Maersk, DB Schenker to Fight Ocean Pollution
Danish shipping conglomerate A.P. Møller – Maersk A/S and German logistics company DB Schenker have partnered to establish a CO2 target to reduce CO2 emissions by 20% per container transported from 2014-2020 for DB Schenker’s business with Maersk.
As a result of Maersk’s fuel efficiency efforts, the companies met this target in 2018, 2 years ahead of schedule, said a press release from the largest container ship and supply vessel operator.
“We’re on the same page with our carriers and the transportation providers who are striving for higher levels of environmental sustainability and less pollution,” says Andrea Schön, DB Schenker’s Corporate Climate Protection Manager.
“We work together to hold the flag,” Schön adds, “and are putting our heads together to come up with better fuel products like non-fossil and low sulfur fuel blends.”
As a worldwide logistics specialist, DB Schenker helps to generate a lot of transportation activity around the globe. For more than 10 years, the company has been working closely with Maersk and other transportation providers to better understand how the entities can work together to help reduce emissions and decrease ocean pollution.
Sustainability transcends just transportation. In fact, climate change was a major theme at this year’s World Economic Forum meeting in Davos, where panel discussions on global warming, ocean sustainability, and biodiversity all drew large crowds.
“The top three issues on Davos official agenda all relates to climate change,” says Mads Stensen, Senior Sustainability Advisor at Maersk, which is, like DB Group, committed to attaining carbon neutrality by 2050. “This really shows how key stakeholders are ramping up their climate change agendas.”
Take the IMO’s 0.5% mass by mass (m/m) global sulfur cap on fuel content (down from a current 3.5%), for example. On track for a January 1, 2020 enforcement date, shipowners and operators around the world are now trying to figure out the best way to comply with the new regulations. DB Schenker and Maersk are working together—and involving other entities in the charge—to comply with IMO 2020 and to help shippers manage the upcoming change.
For Maersk to achieve its sustainability goals, Stensen says carbon-neutral vessels must be made commercially-viable by 2030. Equally as vital will be an acceleration in new innovations and adoption of new technologies, both of which will help ocean carriers attain their sustainability goals.
“We’ve been focused on improving fuel efficiency and reducing pollution for more than 10 years now thanks to higher fuel prices and a bigger emphasis being placed on sustainability and low-carbon,” says Stensen, who estimates that Maersk has almost cut emissions per container transported in half.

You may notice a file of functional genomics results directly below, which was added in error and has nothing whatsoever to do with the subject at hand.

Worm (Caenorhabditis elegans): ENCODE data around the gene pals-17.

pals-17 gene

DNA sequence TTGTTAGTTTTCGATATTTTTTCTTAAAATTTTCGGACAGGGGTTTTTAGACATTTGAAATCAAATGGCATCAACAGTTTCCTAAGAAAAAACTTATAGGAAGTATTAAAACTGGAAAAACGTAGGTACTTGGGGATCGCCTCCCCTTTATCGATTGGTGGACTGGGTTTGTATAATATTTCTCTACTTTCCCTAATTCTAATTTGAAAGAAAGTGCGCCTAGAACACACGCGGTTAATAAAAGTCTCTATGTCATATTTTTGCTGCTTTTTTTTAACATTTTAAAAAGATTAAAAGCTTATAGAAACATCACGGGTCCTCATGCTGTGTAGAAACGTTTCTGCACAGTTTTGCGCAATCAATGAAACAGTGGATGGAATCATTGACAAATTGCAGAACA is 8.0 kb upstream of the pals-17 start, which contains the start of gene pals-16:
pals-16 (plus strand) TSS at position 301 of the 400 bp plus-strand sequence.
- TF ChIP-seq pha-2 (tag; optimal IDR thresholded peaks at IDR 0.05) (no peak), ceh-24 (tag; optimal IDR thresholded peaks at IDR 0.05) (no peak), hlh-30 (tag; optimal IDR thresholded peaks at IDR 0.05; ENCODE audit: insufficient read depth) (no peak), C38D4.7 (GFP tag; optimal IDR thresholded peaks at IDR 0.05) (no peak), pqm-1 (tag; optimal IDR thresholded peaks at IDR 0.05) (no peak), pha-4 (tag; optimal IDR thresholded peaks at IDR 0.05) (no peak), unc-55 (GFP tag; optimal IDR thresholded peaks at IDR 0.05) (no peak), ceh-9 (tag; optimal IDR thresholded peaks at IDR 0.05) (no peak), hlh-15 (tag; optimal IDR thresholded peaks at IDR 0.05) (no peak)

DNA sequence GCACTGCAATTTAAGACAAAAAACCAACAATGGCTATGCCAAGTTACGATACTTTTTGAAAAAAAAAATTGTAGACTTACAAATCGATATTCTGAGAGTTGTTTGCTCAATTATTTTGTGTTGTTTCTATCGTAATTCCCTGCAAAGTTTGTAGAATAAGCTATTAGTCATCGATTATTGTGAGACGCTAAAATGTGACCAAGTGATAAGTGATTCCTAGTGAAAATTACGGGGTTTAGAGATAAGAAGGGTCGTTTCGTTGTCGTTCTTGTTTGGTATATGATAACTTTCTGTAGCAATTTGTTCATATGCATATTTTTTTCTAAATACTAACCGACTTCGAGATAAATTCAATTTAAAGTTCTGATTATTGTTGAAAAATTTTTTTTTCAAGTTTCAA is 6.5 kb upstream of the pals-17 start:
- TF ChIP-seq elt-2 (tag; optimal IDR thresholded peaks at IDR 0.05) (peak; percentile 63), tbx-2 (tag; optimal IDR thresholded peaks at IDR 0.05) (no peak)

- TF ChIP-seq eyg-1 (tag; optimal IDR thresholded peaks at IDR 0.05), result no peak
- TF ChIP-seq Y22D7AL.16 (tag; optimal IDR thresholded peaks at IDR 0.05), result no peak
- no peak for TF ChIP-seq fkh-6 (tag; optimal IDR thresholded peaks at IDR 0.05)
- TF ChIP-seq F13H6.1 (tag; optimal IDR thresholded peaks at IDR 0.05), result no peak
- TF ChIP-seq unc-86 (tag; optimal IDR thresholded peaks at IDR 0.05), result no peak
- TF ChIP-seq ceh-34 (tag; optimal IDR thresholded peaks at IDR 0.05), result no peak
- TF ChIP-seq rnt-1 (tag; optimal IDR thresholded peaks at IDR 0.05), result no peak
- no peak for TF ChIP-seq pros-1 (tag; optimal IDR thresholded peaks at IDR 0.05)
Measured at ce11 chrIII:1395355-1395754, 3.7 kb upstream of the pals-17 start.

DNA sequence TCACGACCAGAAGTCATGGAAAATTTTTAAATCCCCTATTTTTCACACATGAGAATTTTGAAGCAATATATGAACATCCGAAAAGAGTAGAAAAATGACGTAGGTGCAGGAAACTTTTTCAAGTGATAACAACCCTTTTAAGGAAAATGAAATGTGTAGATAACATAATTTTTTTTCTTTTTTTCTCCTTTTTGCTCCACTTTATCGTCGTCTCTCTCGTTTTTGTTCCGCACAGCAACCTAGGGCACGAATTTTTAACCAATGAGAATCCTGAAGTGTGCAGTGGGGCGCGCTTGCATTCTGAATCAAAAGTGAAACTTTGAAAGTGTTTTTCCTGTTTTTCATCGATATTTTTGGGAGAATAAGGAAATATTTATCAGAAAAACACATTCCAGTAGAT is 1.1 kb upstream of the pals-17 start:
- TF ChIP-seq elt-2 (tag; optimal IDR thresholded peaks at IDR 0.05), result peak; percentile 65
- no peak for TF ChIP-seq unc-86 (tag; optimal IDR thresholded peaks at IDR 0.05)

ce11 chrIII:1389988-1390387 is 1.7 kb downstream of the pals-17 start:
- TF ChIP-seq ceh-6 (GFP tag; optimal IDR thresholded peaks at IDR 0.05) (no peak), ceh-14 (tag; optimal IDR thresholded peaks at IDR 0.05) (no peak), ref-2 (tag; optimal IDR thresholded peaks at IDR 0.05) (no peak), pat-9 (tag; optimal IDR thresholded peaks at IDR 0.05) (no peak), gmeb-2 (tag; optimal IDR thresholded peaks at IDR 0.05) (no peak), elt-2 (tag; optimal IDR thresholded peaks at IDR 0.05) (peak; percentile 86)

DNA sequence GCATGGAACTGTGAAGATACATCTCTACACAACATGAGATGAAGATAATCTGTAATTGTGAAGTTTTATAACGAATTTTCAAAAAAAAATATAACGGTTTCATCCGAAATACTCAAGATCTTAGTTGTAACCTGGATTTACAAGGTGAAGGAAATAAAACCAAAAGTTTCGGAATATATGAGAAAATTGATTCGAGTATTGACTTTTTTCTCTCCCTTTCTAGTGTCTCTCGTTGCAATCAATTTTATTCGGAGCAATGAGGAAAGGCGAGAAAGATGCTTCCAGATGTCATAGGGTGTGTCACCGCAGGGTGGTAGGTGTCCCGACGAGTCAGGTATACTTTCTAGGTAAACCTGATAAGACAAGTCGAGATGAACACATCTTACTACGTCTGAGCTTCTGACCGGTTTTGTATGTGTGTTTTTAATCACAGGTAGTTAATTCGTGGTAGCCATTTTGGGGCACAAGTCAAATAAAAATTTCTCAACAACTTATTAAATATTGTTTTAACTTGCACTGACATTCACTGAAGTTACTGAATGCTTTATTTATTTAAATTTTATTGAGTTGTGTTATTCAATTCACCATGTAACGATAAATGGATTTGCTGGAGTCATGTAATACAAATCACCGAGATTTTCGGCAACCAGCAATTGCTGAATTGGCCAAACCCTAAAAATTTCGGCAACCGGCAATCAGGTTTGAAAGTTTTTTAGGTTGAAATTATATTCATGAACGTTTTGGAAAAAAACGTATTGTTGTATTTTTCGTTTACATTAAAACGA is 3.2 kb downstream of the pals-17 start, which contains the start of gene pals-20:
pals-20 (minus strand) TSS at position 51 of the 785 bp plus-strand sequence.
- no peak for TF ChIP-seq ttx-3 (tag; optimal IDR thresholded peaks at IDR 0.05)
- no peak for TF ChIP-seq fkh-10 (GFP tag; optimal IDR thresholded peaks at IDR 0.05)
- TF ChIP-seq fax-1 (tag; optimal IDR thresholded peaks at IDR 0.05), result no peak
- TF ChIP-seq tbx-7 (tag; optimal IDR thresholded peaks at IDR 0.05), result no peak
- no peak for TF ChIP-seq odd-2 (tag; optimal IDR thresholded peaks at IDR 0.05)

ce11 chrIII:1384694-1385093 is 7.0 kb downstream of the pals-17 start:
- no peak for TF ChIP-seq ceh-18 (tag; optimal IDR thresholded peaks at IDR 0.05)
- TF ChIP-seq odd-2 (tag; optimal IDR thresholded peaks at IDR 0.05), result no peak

As those CO2 emissions were reduced, Maersk’s business was growing—a reality that’s put the ocean carrier back to square one with its sustainability efforts. “We knew that we needed a different approach,” says Stensen, referring to the company’s new zero carbon 2050 commitment. “We see ourselves as the leaders in the shipping industry; if leaders don’t get out there and do this, who will?”
DB Schenker is taking a similar approach by working closely with shippers and carriers that want to operate more sustainable supply chains while also adhering to new regulations. And because the world’s transportation needs will only continue to grow, Schön says gaining a deeper understanding of what the industry can do—and where it needs external regulation and involvement of the entire supply chain—is critical.
“Ocean shipping transports around 85% of the world’s cargo and generates a lot of pollution along the way,” says Schön. “That opens the doors for ocean carriers and logistics providers to align and drive those numbers down together with all actors and stakeholders in the supply chain.”
Noting that Maersk’s sustainability strategy and program goes beyond CO2 emissions and better fuel economy, Stensen says the ocean carrier also has clear priorities around material issues such as ship recycling; fighting food loss; health, safety, security and environment (HSSE); human and labor rights; and anti-corruption.
Stensen sees shipper involvement as the key to success in the sustainability arena, where it just makes sense for companies to work together toward the common good.
“We won’t make it if our customers don’t get involved, if investors don’t support the effort, and if technology providers don’t help us develop new ways to achieve our goals,” Stensen says. “More and more companies are joining us on this journey, but we need more of them to get involved.”